What Is It About Falling Water?

by Nick Jenkins October 14 2018

Ever since I picked up my first camera (a Zenit E bought for me by my parents) I have been fascinated by falling water - of the waterfall kind. Why? I am not really sure but maybe it was the frustration borne out of the fact that my eyes could only see the cascade in 'real time' and not as I wanted to see it - flowing over a rock.

It took me a little while to knit together all the ingredients I realised I needed to shoot waterfalls the way I wanted to. For sure there have been, and continue to be, photographers who see these flowing art creations and get quite exercised about them. "That's not a 'proper' photo" or "that's not natural and certainly not as I see them" etc.

Well, my take is this. The fact that a camera is capable of delivering to our settings and instructions is a great bonus - we can be creative! To me, this in no way makes the end result wrong, or manipulated, or worse yet cheating! It just means that we have a tool at our disposal that allows us to see what our eye/brain connection doesn't. Is that wrong?

Upper Scwd Ddwli Falls, Vale of Neath

(Nikon D800, 24-70mm lens at 26mm | 1/6th sec | f16 | ISO 320)

Oh, those ingredients. For me to be able to capture waterfalls flowing rather than crashing, I need the following:

  • A camera - to do the capture for us!
  • Lenses with a wide to narrow range - to allow all-embracing and close up detail images - to introduce a variety of composition.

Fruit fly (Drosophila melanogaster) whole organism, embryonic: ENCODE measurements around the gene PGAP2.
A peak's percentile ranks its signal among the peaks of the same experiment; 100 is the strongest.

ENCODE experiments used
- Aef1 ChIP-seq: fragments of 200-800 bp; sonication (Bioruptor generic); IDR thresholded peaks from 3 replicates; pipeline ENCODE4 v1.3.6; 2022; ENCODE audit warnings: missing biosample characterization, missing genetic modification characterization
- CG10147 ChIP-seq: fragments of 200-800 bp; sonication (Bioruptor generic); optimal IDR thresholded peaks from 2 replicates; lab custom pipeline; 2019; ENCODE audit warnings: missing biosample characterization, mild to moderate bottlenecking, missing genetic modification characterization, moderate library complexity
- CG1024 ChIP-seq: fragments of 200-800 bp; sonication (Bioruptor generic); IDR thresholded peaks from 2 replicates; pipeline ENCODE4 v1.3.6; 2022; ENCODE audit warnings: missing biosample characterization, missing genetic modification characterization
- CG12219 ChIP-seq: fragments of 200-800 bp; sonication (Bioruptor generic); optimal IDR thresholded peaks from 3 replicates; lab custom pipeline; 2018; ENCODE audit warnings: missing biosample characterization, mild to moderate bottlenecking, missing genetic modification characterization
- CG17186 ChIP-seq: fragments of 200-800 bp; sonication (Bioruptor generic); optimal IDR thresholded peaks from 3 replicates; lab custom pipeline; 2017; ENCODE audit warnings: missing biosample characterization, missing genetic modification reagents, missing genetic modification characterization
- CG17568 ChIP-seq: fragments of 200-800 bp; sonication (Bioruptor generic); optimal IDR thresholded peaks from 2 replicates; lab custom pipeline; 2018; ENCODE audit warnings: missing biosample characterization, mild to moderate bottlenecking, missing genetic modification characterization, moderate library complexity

• Neutral density filters (a polariser or just low light work too, but the polariser also helps by eliminating/reducing and brightness on the river surface) - to slow down the water flow by simulating lower light.
  • A tripod - to keep everything rock steady over what might be seconds, even minutes.

Decent walking shoes and/or boots help too - given the locations of most waterfalls. Wellies too can help by getting you into the water, but do take care, rocks can be slippery!

Upper Scwd Ddwli Falls, Vale of Neath, Close Up

(Nikon D800, 70-200mm lens at 200mm | 1/13th sec | f16 | ISO 320)

I generally recce my waterfalls before getting the camera out to explore as many composition options as I can. When I am happy, out comes the gear. I generally shoot around f16-f32 depending on the light and what filters I opt to use. I now always shoot landscape and portrait format and edit back home.

Autumn is perhaps the best time of year - the foliage just adds another dimension to me. That said, the key ingredient is rain, so most of this 2018 summer was a total no-no.

I've included my favourite shots - locations are given along with settings, but, as I said earlier, all were tripod mounted, just to allow complete stillness whilst that exposure is ticking away.


West Burton Falls, Yorkshire Dales

(Nikon D800, 24-70mm lens at 32mm | 1 sec | f22 | ISO 100)

West Burton Falls, Yorkshire Dales

(Nikon D800, 24-70mm lens at 38mm | 1.6 sec | f22 | ISO 100)

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